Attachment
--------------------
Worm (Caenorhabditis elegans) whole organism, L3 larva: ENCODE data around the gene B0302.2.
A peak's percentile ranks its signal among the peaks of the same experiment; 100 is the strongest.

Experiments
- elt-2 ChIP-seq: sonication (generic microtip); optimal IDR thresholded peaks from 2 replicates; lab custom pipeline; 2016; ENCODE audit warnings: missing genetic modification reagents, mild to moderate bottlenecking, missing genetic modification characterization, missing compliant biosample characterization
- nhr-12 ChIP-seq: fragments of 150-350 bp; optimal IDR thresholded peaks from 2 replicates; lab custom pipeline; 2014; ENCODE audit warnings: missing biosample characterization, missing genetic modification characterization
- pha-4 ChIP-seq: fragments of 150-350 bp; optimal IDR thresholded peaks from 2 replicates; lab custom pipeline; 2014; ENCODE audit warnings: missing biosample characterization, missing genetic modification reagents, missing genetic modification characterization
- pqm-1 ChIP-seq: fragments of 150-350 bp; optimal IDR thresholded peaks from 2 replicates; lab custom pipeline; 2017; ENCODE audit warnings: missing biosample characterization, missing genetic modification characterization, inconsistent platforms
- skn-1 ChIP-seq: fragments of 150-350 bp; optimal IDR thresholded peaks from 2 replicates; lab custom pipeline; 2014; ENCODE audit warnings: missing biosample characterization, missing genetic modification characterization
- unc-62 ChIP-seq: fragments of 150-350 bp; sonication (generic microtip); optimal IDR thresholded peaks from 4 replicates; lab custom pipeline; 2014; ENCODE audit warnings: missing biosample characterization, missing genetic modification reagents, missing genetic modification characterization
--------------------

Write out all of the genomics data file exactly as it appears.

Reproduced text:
Worm (Caenorhabditis elegans) whole organism, L3 larva: ENCODE data around the gene B0302.2.
A peak's percentile ranks its signal among the peaks of the same experiment; 100 is the strongest.

Experiments
- elt-2 ChIP-seq: sonication (generic microtip); optimal IDR thresholded peaks from 2 replicates; lab custom pipeline; 2016; ENCODE audit warnings: missing genetic modification reagents, mild to moderate bottlenecking, missing genetic modification characterization, missing compliant biosample characterization
- nhr-12 ChIP-seq: fragments of 150-350 bp; optimal IDR thresholded peaks from 2 replicates; lab custom pipeline; 2014; ENCODE audit warnings: missing biosample characterization, missing genetic modification characterization
- pha-4 ChIP-seq: fragments of 150-350 bp; optimal IDR thresholded peaks from 2 replicates; lab custom pipeline; 2014; ENCODE audit warnings: missing biosample characterization, missing genetic modification reagents, missing genetic modification characterization
- pqm-1 ChIP-seq: fragments of 150-350 bp; optimal IDR thresholded peaks from 2 replicates; lab custom pipeline; 2017; ENCODE audit warnings: missing biosample characterization, missing genetic modification characterization, inconsistent platforms
- skn-1 ChIP-seq: fragments of 150-350 bp; optimal IDR thresholded peaks from 2 replicates; lab custom pipeline; 2014; ENCODE audit warnings: missing biosample characterization, missing genetic modification characterization
- unc-62 ChIP-seq: fragments of 150-350 bp; sonication (generic microtip); optimal IDR thresholded peaks from 4 replicates; lab custom pipeline; 2014; ENCODE audit warnings: missing biosample characterization, missing genetic modification reagents, missing genetic modification characterization